10
$\begingroup$

I understand that all plant matter releases CO2 as it decomposes and also when it burns in, for example, a forest fire. My assumption, upon which this question is based, is that the CO2 release is the same in each case.

My main question is, what drives the production of all greenhouse gases in those two situations, e.g. methane in decomposition, NOx in combustion to help determine which is worse in terms of the total radiative effects of the greenhouse gases?

I appreciate the answer is likely to vary according to type of plant matter, the degree of anaerobic decomposition and the intensity of fire. Sub question: Are there any benchmarks that indicate which is worse in some specific situation or controlled trial?

$\endgroup$
  • 1
    $\begingroup$ Do you mean CO₂, or total greenhouse gases as adding up their radiative effects? $\endgroup$ – gerrit Feb 1 '16 at 18:27
  • $\begingroup$ I meant the latter, I presume its a tall order, as I assume that the CO2 is the same either way. I've modified the question for clarity. $\endgroup$ – Puffin Feb 1 '16 at 18:31
  • 2
    $\begingroup$ The CO₂ is not necessarily the same either way, as CH₄ and other greenhouse gases can burn to form CO₂ and H₂O and others. It's a good question, somewhat multidisciplinary between Earth Science, Chemistry, and Sustainable Living. $\endgroup$ – gerrit Feb 1 '16 at 18:33
  • 4
    $\begingroup$ Decomposition of a plant does not always release all of the carbon bound in the plant. Rather, it may also be stored for a long time as organic carbon in the soil, or it may be washed into the ocean and deposited in sediments for geologically long times. $\endgroup$ – Wolfgang Bangerth Feb 2 '16 at 2:58
7
$\begingroup$

Another way of looking at the question:

I take 2 standard wheelbarrows of bits of plants from my garden. One wheelbarrow is used to fill the compost bin. The other goes to the bonfire. How much ash do I have from burning compared to how much compost from the compost bin. Any gardener will know that the amount of compost will be much larger than the amount of ash. So now we need to compare the chemical composition of the ash with that of the compost. For Wood Ash there are quite a few research articles. Most of the carbon atoms in wood ash will be in the form of Calcium Carbonate (CaCO3). Percentage in the ash will vary widely but lets take a median of 50%. Ash as a percentage of original organic matter will be maybe of the order of 8% by weight.

For an original 100kg of organic matter (yes, its a big wheelbarrow) we would have 8kg of ash. In this ash would be 4kg of CaCO3. The carbon atoms would be 12% of that (relative atomic masses). So 100kg of organic bits gives you 0.48kg of carbon atoms left in the ash when you burn it.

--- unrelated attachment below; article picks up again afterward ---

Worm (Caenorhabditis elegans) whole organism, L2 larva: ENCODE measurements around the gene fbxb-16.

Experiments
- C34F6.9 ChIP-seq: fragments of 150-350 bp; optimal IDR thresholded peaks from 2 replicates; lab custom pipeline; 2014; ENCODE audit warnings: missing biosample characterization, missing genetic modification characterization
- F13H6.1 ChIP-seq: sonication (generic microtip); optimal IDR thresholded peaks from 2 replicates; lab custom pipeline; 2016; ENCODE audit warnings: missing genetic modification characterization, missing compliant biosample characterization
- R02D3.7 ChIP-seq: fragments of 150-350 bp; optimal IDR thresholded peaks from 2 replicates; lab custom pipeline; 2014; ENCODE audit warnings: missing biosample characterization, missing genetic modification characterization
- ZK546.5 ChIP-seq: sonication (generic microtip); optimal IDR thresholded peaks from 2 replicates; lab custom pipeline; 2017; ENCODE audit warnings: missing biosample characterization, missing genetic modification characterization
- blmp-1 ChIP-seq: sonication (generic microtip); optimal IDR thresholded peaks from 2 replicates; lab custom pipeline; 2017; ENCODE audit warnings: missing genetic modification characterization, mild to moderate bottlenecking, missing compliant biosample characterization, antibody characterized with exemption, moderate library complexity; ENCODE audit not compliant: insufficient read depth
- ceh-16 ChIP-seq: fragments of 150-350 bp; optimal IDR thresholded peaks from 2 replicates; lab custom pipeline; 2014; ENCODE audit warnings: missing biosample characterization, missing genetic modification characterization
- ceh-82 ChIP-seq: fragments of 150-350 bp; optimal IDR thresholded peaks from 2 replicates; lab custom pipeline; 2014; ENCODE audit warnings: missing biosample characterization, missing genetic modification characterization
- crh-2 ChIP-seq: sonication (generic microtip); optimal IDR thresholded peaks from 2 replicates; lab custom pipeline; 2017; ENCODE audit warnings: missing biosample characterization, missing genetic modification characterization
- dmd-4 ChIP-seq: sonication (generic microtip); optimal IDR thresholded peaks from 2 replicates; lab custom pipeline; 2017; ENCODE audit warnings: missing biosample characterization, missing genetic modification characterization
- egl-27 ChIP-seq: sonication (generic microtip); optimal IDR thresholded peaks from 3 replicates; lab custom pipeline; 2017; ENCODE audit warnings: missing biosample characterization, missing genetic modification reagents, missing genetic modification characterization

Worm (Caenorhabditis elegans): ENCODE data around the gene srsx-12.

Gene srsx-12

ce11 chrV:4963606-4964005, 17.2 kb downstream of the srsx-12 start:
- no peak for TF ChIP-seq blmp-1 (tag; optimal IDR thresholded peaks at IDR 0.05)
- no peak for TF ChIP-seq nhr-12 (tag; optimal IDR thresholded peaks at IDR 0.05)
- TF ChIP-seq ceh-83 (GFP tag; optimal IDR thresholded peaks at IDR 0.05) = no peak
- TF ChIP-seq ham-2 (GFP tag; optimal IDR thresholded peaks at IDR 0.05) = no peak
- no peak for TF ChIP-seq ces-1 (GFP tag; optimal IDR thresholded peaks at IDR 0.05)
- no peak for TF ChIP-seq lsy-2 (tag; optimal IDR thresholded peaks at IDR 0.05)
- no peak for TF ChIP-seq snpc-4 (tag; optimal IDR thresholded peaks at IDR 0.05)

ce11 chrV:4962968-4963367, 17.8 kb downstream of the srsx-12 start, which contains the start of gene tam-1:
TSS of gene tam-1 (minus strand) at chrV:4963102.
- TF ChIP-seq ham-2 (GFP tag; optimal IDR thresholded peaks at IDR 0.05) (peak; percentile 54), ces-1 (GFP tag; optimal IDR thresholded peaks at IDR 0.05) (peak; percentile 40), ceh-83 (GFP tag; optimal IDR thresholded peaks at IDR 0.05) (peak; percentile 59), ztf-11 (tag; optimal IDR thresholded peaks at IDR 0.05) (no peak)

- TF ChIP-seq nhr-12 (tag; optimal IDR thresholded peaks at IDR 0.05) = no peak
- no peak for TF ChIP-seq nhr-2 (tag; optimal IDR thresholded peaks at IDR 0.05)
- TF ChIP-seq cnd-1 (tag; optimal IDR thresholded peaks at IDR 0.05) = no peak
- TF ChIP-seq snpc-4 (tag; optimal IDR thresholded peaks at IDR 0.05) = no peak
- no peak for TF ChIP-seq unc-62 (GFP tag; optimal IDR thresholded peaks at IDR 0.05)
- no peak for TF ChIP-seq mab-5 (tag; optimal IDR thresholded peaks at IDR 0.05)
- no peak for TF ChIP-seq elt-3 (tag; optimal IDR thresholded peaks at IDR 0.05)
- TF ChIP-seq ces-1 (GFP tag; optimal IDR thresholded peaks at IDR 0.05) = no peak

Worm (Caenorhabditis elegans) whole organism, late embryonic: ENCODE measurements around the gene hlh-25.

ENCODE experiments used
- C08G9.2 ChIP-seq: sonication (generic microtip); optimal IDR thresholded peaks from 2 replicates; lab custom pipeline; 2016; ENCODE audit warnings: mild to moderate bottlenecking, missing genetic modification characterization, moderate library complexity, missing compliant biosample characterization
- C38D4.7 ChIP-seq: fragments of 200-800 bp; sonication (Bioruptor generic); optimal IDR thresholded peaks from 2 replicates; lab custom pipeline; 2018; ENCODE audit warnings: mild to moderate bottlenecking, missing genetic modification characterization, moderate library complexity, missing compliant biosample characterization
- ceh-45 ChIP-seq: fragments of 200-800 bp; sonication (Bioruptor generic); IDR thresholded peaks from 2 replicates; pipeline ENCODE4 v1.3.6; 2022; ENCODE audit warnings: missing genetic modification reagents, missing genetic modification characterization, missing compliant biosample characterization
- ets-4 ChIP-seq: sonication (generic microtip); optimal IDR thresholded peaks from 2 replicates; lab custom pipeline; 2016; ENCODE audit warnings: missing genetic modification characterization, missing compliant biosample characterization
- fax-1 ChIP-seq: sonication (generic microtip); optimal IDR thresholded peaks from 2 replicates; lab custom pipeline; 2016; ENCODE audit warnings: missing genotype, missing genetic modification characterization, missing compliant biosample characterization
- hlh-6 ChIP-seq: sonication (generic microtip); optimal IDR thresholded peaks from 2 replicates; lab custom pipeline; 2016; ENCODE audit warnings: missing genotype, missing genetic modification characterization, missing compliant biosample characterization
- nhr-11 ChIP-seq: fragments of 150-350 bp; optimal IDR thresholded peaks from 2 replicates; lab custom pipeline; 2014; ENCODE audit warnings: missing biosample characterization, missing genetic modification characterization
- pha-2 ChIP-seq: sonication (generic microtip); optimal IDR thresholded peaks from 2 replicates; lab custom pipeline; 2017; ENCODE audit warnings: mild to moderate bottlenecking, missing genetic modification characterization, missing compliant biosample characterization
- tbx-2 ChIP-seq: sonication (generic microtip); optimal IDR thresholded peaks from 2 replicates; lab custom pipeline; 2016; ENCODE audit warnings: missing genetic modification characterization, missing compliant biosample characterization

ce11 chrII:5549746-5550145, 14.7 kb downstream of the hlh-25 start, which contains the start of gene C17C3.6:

There seems to be fewer research articles on composting but we found the following approximations. For 100kg of organic matter there will be about 9% organic carbon (9kg). Composting will turn 100kg of raw material into around 30kg of compost in which the organic carbon content will be around 25% ( 7.5kg of carbon). These figures are median "pot luck selection" as results can vary widely. We can however see that composting retains massively more (7.5kg) of carbon atoms compared with burning (0.48kg). The difference will be in the atmosphere.

$\endgroup$
  • 1
    $\begingroup$ That's a very intuitive answer, thank you. May I ask you to have a look at this vaguely related Q &A? earthscience.stackexchange.com/questions/9322/… It gives a much lower value for the "compost" case apparently because it assumes the carbon and nitrogen reactions proceed until to exhaustion. The gardener doesn't see this because they are interested in the intermediate "30kg" stage and presumably the compost would continue to react "if" continually mixed rather than being buried. $\endgroup$ – Puffin Apr 17 '17 at 15:54
  • 2
    $\begingroup$ I would add another step to this mind-experiment -- if you put the compost on the ground, or if you put the original plant matter on the ground and never called it "compost" separately, what then? Soil carbon can be in a labile (fast-turnover), slow-turnover, or very slower turnover pool -- each are needed for longterm soil ecology, and possibly we could design composting systems to put more carbon into the slow pools. Here's a summary: soilquality.org.au/factsheets/labile-carbon $\endgroup$ – cphlewis Apr 17 '17 at 20:40
  • 1
    $\begingroup$ @cphlewis. Yes, different composting techniques and differing soil chemistry will give widely different results and in the longer term we would of course like to track all the carbon atoms. No doubt there are many cycles in soil of differing timescales. Any gardener with an allotment will know this and you can see interesting things if you dig up the soil in undisturbed natural woodland and observe it over time (I have managed a "wild" wood for the past 17 years). If you want to manage carbon from plant waste some research into slow pools does look like a useful research area. $\endgroup$ – user7733 Apr 19 '17 at 19:28
  • 1
    $\begingroup$ @Puffin Fill a compost bin and leave it for a long time, say 20-30 years. Still plenty of stuff left. I have seen this in neglected gardens when a formerly active gardener becomes elderly/incapable/housebound. It does not all disappear, go to dust, turn to gas, well not in 3 decades anyway. Still plenty of nice brown soil like compost in the bin. So consider how much carbon is found in "old" soil. Looks like its is about 10% by weight according to chemical analysis.So, yes, much less than the 25% from about 1-2 years worth of typical garden composting. $\endgroup$ – user7733 Apr 19 '17 at 19:38

Your Answer

By clicking “Post Your Answer”, you agree to our terms of service, privacy policy and cookie policy

Not the answer you're looking for? Browse other questions tagged or ask your own question.